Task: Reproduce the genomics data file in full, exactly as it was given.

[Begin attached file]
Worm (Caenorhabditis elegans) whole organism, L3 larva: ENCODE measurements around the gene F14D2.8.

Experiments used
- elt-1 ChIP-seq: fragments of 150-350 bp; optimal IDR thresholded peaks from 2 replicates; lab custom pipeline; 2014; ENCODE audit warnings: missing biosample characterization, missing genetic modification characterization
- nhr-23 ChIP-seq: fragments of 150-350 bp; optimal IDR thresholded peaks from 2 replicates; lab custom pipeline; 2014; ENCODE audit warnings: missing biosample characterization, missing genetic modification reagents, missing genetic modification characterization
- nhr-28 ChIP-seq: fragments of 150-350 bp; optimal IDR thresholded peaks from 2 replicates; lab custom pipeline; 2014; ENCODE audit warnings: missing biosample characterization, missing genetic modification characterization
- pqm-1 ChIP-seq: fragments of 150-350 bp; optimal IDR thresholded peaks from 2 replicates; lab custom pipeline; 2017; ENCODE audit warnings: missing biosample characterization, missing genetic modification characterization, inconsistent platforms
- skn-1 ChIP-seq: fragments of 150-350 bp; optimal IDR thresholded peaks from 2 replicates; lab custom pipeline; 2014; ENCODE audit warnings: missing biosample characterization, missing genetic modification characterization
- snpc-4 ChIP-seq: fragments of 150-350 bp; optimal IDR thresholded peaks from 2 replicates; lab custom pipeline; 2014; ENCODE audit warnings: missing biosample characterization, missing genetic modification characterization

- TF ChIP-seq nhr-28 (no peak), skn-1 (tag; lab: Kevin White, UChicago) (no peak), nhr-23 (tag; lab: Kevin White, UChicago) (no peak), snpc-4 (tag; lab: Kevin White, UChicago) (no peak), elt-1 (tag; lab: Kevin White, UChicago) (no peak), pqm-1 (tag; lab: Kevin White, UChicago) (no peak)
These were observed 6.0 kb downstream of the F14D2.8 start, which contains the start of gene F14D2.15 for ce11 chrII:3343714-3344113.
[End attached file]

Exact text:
Worm (Caenorhabditis elegans) whole organism, L3 larva: ENCODE measurements around the gene F14D2.8.

Experiments used
- elt-1 ChIP-seq: fragments of 150-350 bp; optimal IDR thresholded peaks from 2 replicates; lab custom pipeline; 2014; ENCODE audit warnings: missing biosample characterization, missing genetic modification characterization
- nhr-23 ChIP-seq: fragments of 150-350 bp; optimal IDR thresholded peaks from 2 replicates; lab custom pipeline; 2014; ENCODE audit warnings: missing biosample characterization, missing genetic modification reagents, missing genetic modification characterization
- nhr-28 ChIP-seq: fragments of 150-350 bp; optimal IDR thresholded peaks from 2 replicates; lab custom pipeline; 2014; ENCODE audit warnings: missing biosample characterization, missing genetic modification characterization
- pqm-1 ChIP-seq: fragments of 150-350 bp; optimal IDR thresholded peaks from 2 replicates; lab custom pipeline; 2017; ENCODE audit warnings: missing biosample characterization, missing genetic modification characterization, inconsistent platforms
- skn-1 ChIP-seq: fragments of 150-350 bp; optimal IDR thresholded peaks from 2 replicates; lab custom pipeline; 2014; ENCODE audit warnings: missing biosample characterization, missing genetic modification characterization
- snpc-4 ChIP-seq: fragments of 150-350 bp; optimal IDR thresholded peaks from 2 replicates; lab custom pipeline; 2014; ENCODE audit warnings: missing biosample characterization, missing genetic modification characterization

- TF ChIP-seq nhr-28 (no peak), skn-1 (tag; lab: Kevin White, UChicago) (no peak), nhr-23 (tag; lab: Kevin White, UChicago) (no peak), snpc-4 (tag; lab: Kevin White, UChicago) (no peak), elt-1 (tag; lab: Kevin White, UChicago) (no peak), pqm-1 (tag; lab: Kevin White, UChicago) (no peak)
These were observed 6.0 kb downstream of the F14D2.8 start, which contains the start of gene F14D2.15 for ce11 chrII:3343714-3344113.